Sen-Sgt Tuffley is hoping to contact Mr Dean's surviving family to give them a copy of the transcribed diaries.
However, he has been unable to find them. Council and defence authorities do not have photos of Mr Dean, but his military records are held in Canberra and he is honoured on a war memorial in Victoria commemorating prisoners of war.
Sen-Sgt Tuffley, now the officer-in-charge at Surfers Paradise Police Station, comes from a family with a long military tradition which settled in the region more than 130 years ago.
"My family has been on the Coast since the 1880s and my father was in the Army while my grandfather served on the Western Front in World War I with the 24th Battalion," he said.
"I grew up with reminders of this and wanted to follow them."
Excerpts from the diaries of Corporal Arthur T Dean (written August 16, 2001)
Why I joined up (1940)
"I joined the army in mid forty (1940). It was not patriotism, it was plainly a case of the depression, no money and no prospects. I joined up with a few Southport boys (and) went to Enoggera and then to Grovely which was a new camp."
The war in Singapore (1941)
"In September and November (1941) we were put on alert with no leave as Japan was starting to stir things up. At 3am on the morning of the eighth of (December) we were awakened by a lot of (aircraft) noise and aeroplane engines and bomb blasts. We all said "the Poms are putting on a really good practice this time" and it all quietened down after about half an hour. We all went back to our cots only to realise a few hours later that the war in the Far East had sneaked up on us."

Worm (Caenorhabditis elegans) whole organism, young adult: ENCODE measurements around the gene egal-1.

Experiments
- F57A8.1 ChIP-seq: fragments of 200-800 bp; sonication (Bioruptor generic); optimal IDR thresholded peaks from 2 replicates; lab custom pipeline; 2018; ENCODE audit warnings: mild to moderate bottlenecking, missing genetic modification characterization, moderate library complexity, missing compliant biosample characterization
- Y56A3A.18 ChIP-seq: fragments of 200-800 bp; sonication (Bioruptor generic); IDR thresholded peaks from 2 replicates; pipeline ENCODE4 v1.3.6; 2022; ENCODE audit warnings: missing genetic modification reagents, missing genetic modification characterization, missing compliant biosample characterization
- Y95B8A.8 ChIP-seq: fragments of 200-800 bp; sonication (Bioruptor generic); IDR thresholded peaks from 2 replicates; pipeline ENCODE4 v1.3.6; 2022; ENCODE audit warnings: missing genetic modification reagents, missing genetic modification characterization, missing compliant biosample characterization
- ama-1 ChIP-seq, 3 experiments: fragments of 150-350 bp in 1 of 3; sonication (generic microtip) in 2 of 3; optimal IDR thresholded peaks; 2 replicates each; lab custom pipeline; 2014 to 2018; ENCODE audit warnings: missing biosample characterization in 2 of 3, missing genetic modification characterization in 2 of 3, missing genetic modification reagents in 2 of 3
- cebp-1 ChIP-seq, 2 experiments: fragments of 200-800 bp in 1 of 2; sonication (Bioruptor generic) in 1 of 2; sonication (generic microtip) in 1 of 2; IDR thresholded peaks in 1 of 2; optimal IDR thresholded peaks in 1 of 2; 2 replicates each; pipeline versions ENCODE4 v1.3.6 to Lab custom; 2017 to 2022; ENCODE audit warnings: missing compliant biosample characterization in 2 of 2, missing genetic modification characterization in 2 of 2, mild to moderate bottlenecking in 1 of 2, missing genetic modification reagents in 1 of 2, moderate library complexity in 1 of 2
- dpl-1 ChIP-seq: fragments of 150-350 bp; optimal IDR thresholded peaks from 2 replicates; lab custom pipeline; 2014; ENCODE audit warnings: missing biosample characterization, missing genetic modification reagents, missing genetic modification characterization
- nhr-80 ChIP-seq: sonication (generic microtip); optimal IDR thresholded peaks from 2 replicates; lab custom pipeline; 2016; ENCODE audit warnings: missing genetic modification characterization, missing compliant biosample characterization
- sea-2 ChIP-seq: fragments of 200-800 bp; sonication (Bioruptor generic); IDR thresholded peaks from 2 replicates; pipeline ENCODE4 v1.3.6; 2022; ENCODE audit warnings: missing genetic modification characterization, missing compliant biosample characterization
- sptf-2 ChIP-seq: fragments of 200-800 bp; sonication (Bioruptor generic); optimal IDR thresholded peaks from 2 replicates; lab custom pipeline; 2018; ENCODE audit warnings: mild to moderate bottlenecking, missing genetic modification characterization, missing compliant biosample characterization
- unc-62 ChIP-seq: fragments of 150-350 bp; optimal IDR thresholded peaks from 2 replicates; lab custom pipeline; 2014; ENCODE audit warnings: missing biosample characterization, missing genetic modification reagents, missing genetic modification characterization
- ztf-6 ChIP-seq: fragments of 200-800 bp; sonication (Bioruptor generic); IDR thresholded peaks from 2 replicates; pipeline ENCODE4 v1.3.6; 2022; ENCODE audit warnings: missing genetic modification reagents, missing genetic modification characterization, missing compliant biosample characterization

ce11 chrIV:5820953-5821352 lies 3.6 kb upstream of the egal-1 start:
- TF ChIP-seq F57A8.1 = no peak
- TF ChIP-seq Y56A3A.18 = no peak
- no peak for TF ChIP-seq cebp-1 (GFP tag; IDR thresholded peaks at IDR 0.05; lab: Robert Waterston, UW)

The Fall of Singapore (1942)
"People talk about remorse. Just imagine how we felt. We had a job to do (stop the Japanese) and we failed. Of course you go on (thinking) 'what we should have done?'. How stupid we were to be fooled so easy. Then on Sunday the 15th of February 1942 the sirens gave a short and long blast at 8.30pm and we knew it was over. The three of us - Bill Ross, George Croft and Arthur Dean - sat down in the gutter and said 'what do we do now?'.
George Croft said 'I know' and he brought out a full bottle of Johnny Walker whisky out of his pack. The three of us knocked it off and lay down in the gutter and slept.
We had had no food for three days and no sleep for more than that, so you can guess the state we were in (the next morning).
Life as a PoW (1942-45)
The march from Bampong ... if you could call it a march ... was a long walk. (The Japanese) were concerned about the planes as (Ally planes) use to fly over regular, they have had photos of every part of the country. Overall it took sixteen nights and missed a lot of meals every day. It was approximately 300km along jungle tracks, you could hear a tiger roar now and again which gave you added incentive to keep moving and the natives often attacked stragglers and stole their packs.
Impact on soldiers